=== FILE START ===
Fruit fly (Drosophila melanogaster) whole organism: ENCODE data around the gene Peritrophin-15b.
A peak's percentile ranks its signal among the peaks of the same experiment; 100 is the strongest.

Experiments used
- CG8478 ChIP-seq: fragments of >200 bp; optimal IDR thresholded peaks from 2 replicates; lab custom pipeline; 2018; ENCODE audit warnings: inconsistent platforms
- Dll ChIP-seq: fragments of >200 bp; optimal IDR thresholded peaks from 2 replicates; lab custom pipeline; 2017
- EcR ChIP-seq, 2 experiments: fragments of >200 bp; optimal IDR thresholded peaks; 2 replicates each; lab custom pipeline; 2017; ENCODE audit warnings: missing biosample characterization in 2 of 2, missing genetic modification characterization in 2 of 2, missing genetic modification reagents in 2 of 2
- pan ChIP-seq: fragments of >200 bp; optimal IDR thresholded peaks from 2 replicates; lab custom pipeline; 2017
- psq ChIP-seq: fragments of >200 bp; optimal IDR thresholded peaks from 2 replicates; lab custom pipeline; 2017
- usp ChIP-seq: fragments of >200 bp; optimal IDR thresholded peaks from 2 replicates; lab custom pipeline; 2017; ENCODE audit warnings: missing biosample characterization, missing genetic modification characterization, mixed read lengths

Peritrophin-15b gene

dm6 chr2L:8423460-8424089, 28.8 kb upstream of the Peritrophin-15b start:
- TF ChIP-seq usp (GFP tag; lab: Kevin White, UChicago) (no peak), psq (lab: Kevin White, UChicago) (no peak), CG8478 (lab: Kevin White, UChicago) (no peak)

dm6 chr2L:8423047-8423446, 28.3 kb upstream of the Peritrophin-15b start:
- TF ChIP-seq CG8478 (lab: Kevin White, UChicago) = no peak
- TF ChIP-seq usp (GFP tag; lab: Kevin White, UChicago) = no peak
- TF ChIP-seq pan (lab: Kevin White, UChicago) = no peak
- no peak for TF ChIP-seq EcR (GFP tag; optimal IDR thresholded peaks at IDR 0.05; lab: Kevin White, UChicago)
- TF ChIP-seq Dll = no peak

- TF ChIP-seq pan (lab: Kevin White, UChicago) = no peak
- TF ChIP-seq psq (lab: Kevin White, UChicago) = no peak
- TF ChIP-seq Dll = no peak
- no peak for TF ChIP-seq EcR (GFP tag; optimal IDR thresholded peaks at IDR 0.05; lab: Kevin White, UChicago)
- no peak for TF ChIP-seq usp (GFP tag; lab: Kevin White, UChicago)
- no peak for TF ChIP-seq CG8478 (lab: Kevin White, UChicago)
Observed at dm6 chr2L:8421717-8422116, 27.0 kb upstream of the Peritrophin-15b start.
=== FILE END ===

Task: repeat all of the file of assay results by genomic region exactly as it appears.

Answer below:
Fruit fly (Drosophila melanogaster) whole organism: ENCODE data around the gene Peritrophin-15b.
A peak's percentile ranks its signal among the peaks of the same experiment; 100 is the strongest.

Experiments used
- CG8478 ChIP-seq: fragments of >200 bp; optimal IDR thresholded peaks from 2 replicates; lab custom pipeline; 2018; ENCODE audit warnings: inconsistent platforms
- Dll ChIP-seq: fragments of >200 bp; optimal IDR thresholded peaks from 2 replicates; lab custom pipeline; 2017
- EcR ChIP-seq, 2 experiments: fragments of >200 bp; optimal IDR thresholded peaks; 2 replicates each; lab custom pipeline; 2017; ENCODE audit warnings: missing biosample characterization in 2 of 2, missing genetic modification characterization in 2 of 2, missing genetic modification reagents in 2 of 2
- pan ChIP-seq: fragments of >200 bp; optimal IDR thresholded peaks from 2 replicates; lab custom pipeline; 2017
- psq ChIP-seq: fragments of >200 bp; optimal IDR thresholded peaks from 2 replicates; lab custom pipeline; 2017
- usp ChIP-seq: fragments of >200 bp; optimal IDR thresholded peaks from 2 replicates; lab custom pipeline; 2017; ENCODE audit warnings: missing biosample characterization, missing genetic modification characterization, mixed read lengths

Peritrophin-15b gene

dm6 chr2L:8423460-8424089, 28.8 kb upstream of the Peritrophin-15b start:
- TF ChIP-seq usp (GFP tag; lab: Kevin White, UChicago) (no peak), psq (lab: Kevin White, UChicago) (no peak), CG8478 (lab: Kevin White, UChicago) (no peak)

dm6 chr2L:8423047-8423446, 28.3 kb upstream of the Peritrophin-15b start:
- TF ChIP-seq CG8478 (lab: Kevin White, UChicago) = no peak
- TF ChIP-seq usp (GFP tag; lab: Kevin White, UChicago) = no peak
- TF ChIP-seq pan (lab: Kevin White, UChicago) = no peak
- no peak for TF ChIP-seq EcR (GFP tag; optimal IDR thresholded peaks at IDR 0.05; lab: Kevin White, UChicago)
- TF ChIP-seq Dll = no peak

- TF ChIP-seq pan (lab: Kevin White, UChicago) = no peak
- TF ChIP-seq psq (lab: Kevin White, UChicago) = no peak
- TF ChIP-seq Dll = no peak
- no peak for TF ChIP-seq EcR (GFP tag; optimal IDR thresholded peaks at IDR 0.05; lab: Kevin White, UChicago)
- no peak for TF ChIP-seq usp (GFP tag; lab: Kevin White, UChicago)
- no peak for TF ChIP-seq CG8478 (lab: Kevin White, UChicago)
Observed at dm6 chr2L:8421717-8422116, 27.0 kb upstream of the Peritrophin-15b start.